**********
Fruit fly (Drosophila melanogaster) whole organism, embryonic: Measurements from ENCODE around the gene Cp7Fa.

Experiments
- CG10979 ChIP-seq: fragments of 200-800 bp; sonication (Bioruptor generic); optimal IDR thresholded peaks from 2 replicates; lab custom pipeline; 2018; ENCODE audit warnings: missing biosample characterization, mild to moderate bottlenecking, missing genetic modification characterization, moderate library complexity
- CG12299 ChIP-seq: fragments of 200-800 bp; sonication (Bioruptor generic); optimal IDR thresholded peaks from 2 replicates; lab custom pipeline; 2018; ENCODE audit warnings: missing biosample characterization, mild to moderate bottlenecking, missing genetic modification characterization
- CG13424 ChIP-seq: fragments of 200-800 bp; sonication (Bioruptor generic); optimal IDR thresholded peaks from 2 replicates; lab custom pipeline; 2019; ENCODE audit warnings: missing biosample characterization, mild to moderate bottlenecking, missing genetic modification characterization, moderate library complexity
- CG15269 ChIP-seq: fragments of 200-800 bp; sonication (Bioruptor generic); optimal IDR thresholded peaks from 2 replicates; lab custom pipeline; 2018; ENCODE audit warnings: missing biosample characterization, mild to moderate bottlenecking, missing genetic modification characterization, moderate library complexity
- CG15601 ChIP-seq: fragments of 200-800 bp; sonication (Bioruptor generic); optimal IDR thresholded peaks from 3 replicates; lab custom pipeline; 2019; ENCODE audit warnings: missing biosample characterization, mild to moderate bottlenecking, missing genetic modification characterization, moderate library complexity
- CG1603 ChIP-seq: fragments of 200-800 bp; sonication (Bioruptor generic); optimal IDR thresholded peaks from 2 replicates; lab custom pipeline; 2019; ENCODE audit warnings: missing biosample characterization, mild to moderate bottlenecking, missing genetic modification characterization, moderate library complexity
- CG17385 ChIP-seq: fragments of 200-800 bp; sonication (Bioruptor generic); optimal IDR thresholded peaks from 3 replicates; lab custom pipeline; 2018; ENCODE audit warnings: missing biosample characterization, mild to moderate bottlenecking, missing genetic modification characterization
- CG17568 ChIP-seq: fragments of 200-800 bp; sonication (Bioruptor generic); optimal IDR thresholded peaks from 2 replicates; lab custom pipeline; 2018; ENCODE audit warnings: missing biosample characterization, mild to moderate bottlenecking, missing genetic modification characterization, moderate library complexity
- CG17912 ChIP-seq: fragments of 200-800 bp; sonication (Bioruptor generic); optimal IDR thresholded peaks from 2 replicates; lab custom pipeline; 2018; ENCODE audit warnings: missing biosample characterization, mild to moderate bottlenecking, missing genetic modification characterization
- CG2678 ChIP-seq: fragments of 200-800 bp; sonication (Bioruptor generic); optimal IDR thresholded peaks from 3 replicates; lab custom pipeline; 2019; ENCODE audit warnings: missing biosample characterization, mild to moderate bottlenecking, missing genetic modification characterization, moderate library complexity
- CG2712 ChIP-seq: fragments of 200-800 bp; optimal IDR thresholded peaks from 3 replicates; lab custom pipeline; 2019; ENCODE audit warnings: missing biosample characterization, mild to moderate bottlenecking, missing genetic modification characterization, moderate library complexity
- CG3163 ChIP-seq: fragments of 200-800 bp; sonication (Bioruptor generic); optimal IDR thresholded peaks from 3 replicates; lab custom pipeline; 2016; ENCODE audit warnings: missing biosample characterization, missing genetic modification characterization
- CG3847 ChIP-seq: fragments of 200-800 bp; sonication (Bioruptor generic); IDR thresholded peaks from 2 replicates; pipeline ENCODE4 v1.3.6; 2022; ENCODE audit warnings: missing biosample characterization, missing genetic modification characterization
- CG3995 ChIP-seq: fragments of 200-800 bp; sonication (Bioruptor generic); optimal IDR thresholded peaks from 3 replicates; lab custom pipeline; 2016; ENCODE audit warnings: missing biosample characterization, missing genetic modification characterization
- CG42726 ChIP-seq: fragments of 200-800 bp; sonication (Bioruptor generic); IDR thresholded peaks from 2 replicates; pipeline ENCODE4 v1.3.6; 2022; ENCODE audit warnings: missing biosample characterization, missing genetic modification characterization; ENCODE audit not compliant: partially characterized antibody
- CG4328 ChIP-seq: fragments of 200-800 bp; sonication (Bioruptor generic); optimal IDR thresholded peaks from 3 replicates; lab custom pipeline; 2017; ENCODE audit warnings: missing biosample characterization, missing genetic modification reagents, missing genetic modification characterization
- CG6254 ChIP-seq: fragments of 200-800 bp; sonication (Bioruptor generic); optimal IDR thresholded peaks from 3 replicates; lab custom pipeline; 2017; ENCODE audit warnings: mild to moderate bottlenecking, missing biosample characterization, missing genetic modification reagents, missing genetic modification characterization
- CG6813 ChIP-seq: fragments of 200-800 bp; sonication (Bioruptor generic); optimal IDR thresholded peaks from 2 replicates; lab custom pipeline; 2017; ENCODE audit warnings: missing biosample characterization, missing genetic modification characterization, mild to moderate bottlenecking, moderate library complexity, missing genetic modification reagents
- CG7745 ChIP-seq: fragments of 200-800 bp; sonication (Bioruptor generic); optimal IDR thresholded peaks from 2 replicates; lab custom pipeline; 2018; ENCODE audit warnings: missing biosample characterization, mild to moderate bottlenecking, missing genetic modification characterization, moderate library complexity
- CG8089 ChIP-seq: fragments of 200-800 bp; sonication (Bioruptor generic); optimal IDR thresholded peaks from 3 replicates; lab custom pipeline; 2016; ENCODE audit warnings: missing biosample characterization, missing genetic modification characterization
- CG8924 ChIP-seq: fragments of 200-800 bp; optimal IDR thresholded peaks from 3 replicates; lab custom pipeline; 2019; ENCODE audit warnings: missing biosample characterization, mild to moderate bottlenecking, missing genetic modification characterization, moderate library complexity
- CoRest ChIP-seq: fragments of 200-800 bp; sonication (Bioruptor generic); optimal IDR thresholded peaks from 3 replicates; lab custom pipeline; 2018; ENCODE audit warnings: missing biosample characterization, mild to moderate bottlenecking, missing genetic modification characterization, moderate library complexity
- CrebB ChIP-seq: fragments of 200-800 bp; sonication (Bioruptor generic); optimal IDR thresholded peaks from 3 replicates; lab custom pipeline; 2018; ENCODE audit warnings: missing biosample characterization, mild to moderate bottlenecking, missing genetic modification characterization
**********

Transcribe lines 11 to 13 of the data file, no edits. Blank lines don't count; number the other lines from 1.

- CG17912 ChIP-seq: fragments of 200-800 bp; sonication (Bioruptor generic); optimal IDR thresholded peaks from 2 replicates; lab custom pipeline; 2018; ENCODE audit warnings: missing biosample characterization, mild to moderate bottlenecking, missing genetic modification characterization
- CG2678 ChIP-seq: fragments of 200-800 bp; sonication (Bioruptor generic); optimal IDR thresholded peaks from 3 replicates; lab custom pipeline; 2019; ENCODE audit warnings: missing biosample characterization, mild to moderate bottlenecking, missing genetic modification characterization, moderate library complexity
- CG2712 ChIP-seq: fragments of 200-800 bp; optimal IDR thresholded peaks from 3 replicates; lab custom pipeline; 2019; ENCODE audit warnings: missing biosample characterization, mild to moderate bottlenecking, missing genetic modification characterization, moderate library complexity